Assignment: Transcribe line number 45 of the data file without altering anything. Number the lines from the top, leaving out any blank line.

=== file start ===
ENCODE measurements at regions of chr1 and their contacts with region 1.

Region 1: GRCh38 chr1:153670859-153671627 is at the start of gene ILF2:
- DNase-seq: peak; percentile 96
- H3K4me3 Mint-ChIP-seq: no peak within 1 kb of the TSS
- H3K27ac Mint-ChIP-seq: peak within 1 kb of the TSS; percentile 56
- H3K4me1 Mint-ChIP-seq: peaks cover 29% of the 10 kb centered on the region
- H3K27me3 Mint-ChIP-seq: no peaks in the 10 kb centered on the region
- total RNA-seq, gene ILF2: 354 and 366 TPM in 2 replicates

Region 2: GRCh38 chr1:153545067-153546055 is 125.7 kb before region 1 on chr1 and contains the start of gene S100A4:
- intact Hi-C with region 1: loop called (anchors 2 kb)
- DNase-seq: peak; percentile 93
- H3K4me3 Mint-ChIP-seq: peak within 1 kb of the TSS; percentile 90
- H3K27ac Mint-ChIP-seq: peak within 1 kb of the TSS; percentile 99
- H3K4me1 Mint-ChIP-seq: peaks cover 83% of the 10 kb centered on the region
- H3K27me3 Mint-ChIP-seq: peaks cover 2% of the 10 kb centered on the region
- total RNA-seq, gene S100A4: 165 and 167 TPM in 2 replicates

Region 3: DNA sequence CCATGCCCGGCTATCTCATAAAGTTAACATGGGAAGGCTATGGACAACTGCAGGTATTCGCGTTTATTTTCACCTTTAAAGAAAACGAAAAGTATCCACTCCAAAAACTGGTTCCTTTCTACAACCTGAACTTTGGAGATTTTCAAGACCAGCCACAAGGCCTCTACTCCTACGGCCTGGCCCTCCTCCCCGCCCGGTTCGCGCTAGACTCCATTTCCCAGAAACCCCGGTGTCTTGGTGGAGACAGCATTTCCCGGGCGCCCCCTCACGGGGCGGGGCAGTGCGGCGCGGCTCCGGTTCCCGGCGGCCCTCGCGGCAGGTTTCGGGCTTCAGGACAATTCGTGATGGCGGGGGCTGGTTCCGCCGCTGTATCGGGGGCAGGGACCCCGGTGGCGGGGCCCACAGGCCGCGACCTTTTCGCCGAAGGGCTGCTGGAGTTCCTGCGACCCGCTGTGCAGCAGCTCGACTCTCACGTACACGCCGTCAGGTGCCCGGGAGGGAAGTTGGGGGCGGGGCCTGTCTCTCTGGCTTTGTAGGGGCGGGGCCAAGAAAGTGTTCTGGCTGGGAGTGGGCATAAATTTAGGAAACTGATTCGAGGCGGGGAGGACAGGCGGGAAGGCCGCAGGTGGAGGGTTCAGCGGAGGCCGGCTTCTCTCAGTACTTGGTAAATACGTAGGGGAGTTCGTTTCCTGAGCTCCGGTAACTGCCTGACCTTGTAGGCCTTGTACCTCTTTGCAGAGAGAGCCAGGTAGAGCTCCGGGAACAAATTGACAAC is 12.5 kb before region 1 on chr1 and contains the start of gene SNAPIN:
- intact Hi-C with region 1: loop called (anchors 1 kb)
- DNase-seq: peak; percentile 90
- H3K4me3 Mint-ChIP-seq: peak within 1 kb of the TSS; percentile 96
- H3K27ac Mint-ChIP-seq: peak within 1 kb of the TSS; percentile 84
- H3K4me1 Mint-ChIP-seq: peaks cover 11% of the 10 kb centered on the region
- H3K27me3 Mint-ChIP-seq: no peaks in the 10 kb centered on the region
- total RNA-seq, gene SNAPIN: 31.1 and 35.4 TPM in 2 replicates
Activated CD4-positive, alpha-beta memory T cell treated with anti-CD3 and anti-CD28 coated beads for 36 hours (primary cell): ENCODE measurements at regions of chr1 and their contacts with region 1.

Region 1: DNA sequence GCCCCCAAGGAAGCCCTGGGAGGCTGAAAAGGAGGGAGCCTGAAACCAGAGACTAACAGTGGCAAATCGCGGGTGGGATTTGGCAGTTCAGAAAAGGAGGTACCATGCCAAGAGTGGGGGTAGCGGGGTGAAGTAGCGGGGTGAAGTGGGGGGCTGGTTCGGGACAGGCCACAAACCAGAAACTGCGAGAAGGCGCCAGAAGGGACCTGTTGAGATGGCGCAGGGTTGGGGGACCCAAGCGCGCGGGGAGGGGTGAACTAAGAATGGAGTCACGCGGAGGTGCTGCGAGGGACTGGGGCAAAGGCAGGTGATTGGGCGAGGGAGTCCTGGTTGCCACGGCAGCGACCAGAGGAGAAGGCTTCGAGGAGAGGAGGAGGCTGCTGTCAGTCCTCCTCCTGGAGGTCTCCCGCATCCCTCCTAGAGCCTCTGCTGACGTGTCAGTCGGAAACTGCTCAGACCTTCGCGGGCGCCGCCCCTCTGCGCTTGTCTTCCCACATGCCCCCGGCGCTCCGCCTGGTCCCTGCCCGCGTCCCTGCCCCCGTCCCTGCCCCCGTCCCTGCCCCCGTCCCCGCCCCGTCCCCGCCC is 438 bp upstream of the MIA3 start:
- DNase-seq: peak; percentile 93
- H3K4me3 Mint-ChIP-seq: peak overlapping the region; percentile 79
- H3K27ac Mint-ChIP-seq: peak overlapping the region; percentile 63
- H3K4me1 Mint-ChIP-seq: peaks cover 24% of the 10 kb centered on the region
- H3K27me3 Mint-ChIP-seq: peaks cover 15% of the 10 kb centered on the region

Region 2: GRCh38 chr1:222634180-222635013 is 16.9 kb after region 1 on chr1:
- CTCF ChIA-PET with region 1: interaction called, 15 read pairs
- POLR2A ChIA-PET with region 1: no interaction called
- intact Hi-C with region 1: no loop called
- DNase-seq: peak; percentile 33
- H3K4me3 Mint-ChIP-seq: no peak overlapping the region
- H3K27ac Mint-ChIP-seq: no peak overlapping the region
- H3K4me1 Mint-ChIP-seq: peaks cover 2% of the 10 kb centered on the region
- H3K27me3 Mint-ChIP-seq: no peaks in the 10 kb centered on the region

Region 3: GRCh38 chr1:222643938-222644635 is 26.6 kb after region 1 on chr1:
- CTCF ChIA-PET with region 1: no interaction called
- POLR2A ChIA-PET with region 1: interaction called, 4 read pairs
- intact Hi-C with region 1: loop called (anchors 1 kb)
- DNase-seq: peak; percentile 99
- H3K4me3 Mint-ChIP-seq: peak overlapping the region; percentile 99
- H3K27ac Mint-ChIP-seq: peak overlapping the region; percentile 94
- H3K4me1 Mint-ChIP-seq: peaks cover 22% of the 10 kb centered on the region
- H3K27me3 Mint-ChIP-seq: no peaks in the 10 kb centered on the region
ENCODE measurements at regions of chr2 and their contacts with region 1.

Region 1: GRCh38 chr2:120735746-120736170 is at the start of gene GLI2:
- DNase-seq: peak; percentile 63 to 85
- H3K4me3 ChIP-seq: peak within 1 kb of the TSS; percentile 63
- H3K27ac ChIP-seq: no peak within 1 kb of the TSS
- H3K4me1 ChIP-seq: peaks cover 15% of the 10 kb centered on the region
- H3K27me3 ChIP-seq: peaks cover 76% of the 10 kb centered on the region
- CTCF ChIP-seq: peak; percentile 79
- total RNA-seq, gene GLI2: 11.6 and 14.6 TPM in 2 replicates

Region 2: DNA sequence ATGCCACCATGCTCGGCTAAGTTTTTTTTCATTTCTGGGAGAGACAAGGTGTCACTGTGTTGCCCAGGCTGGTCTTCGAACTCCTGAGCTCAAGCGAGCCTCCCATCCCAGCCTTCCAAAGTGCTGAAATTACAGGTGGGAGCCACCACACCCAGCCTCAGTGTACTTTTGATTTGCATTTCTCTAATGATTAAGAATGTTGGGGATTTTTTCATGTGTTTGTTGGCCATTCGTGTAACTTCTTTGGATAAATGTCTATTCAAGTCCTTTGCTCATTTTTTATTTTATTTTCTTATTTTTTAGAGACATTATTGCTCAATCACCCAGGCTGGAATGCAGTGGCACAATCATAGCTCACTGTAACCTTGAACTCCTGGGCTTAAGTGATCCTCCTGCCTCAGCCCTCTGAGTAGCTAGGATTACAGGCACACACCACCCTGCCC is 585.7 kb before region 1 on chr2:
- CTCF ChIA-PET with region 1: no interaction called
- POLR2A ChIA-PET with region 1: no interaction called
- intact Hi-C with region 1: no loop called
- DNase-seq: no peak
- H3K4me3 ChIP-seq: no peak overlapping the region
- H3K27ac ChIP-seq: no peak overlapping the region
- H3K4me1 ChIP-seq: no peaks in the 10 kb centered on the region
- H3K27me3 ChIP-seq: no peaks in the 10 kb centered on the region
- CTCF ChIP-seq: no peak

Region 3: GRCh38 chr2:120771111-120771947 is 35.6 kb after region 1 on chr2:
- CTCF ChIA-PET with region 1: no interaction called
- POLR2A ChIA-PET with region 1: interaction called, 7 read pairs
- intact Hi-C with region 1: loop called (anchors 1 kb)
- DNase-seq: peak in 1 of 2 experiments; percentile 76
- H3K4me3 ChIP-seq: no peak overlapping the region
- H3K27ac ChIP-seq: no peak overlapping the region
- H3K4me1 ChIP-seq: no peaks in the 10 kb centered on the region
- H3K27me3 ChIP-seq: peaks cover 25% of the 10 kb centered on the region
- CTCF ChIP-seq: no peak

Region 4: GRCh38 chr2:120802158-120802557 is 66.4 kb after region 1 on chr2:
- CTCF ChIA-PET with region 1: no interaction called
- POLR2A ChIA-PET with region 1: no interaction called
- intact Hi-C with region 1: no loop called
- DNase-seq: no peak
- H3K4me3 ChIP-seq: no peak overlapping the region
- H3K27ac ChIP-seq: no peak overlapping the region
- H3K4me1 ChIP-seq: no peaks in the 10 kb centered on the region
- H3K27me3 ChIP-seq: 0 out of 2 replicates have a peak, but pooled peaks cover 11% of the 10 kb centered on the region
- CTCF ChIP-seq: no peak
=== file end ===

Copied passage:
- DNase-seq: peak; percentile 99